Hiking, sand dune recreation, and camping are popular in the Mojave National Preserve. There are two developed campgrounds, but be sure to come prepared; as with any desert visit, bring plenty of water for your stay.

Hole-in-the-Wall Campground

Hole-in-the-Wall campground sits smack dab in the middle of some pretty stellar Mojave Preserve hikes, so it is a popular basecamp for hikers. It is a campground surrounded by volcanic rock walls, which lends a feeling of being protected from the desert elements.

Both tent campers and RVers are welcome at Hole-in-the-Wall. Reservations are not accepted, as like many campgrounds in California deserts, this spot is first come, first serve. There are pit toilets and there is water. There is a $12/night fee for camping at Hole-in-the-Wall Campground.

Mid Hills Campground

Calling it “winter camping without the snow,” The Dyrt camper Peter A. enjoyed camping at Mid Hills regardless of the season. “Having camped here twice this year, it’s a favorite of mine. Temps are decent, even in January (mid-30s for lows) and perfect in April. Tree cover is still a bit sparse and hiking options are limited, but it’s a great place to set up camp and do absolutely nothing.”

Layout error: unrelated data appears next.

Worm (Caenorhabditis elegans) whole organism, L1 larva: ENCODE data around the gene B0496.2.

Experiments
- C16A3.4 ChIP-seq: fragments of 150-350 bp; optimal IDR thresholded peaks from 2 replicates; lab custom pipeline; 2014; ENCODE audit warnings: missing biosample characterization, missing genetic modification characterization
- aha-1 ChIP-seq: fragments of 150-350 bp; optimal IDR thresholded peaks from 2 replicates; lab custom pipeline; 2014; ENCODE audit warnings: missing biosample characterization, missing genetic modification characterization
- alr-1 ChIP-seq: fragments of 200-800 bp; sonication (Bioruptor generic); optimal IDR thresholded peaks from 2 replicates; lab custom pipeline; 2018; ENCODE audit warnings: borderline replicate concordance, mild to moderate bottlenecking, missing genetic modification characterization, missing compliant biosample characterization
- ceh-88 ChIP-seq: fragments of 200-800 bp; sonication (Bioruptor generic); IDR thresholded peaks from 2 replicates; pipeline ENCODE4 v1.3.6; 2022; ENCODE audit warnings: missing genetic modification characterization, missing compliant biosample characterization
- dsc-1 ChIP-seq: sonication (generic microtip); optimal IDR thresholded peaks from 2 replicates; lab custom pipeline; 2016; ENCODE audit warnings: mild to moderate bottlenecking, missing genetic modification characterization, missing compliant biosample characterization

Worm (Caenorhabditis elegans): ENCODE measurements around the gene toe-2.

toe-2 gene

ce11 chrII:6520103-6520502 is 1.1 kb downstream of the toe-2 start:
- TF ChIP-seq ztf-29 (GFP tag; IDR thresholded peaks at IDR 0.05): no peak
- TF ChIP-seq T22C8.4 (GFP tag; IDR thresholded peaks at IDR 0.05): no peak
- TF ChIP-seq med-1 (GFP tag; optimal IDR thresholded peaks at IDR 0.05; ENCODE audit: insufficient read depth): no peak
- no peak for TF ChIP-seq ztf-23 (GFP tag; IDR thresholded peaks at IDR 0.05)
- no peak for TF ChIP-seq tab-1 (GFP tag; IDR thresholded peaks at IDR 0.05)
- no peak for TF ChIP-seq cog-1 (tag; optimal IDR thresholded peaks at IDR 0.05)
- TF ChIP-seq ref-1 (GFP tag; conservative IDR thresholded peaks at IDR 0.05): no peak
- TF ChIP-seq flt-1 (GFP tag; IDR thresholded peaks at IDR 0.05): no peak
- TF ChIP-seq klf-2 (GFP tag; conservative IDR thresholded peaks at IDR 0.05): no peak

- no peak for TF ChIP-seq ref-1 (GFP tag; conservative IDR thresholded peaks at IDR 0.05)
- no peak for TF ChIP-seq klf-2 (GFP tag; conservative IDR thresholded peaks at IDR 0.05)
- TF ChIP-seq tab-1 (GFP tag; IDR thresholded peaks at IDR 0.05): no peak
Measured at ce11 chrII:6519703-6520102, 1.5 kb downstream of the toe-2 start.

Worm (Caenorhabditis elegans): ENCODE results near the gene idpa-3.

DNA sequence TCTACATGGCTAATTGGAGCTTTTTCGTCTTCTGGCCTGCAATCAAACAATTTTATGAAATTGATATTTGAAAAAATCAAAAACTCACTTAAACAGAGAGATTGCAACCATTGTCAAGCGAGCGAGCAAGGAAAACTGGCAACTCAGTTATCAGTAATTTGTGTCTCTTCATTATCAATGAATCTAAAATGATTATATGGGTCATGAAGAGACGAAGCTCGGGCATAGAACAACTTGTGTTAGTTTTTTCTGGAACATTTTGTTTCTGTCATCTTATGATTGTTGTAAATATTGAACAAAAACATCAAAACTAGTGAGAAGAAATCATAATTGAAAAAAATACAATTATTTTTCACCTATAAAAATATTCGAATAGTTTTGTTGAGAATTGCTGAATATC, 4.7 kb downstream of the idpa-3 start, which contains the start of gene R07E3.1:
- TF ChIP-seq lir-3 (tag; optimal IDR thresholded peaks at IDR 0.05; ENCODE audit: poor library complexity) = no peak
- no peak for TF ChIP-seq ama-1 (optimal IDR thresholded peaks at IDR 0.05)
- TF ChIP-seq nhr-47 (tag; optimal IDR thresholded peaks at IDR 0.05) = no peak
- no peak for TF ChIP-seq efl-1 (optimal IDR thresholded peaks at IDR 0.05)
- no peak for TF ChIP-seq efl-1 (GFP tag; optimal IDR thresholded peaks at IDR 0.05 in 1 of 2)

Mid Hills campground features pit toilets, trash receptacles, and fire rings in each campsite. Each of the 26 sites are first-come, first-serve, and it costs $12/night to camp at Mid Hills.

The Best Mojave Desert Hikes

  • Teutonia Peak. A 5,755 ft peak on the most symmetrical dome in the United States, you’ll gain 700 feet in elevation over a four-mile, round-trip hike. You’ll pass through the world’s densest Joshua Tree forest, an experience unique to hiking in California deserts.
  • Ryan Mountain. This moderate Joshua Tree National Park hike rises over 1,000 feet to the 5,457 foot peak, rewarding hikers with 360 degree views of the desert floor stretching below.
  • Telescope Peak. This 14-mile Death Valley hike is a difficult trail, but well worth it. Much of the hike offers unobstructed views of this truly breathtaking park. Telescope Peak is over 11,000 feet, and on a clear day, hikers can see to Mount Whitney, the highest point in the contiguous United States, as well as Badwater Basin, the lowest point in North America. The juxtaposition of that is pretty neat to witness.

Where to Camp in The Colorado Desert

a woman rests on a rock near building ruins in a california desert

Image from The Dyrt campers Trip Over Life

While technically a part of the Sonoran Desert, the Colorado is a low-lying, arid desert that rests on the edge of California, Arizona and Nevada. Its climate distinguishes it from the other California deserts, however, as it experiences hotter summertime temperatures and almost no frost during its two wet seasons.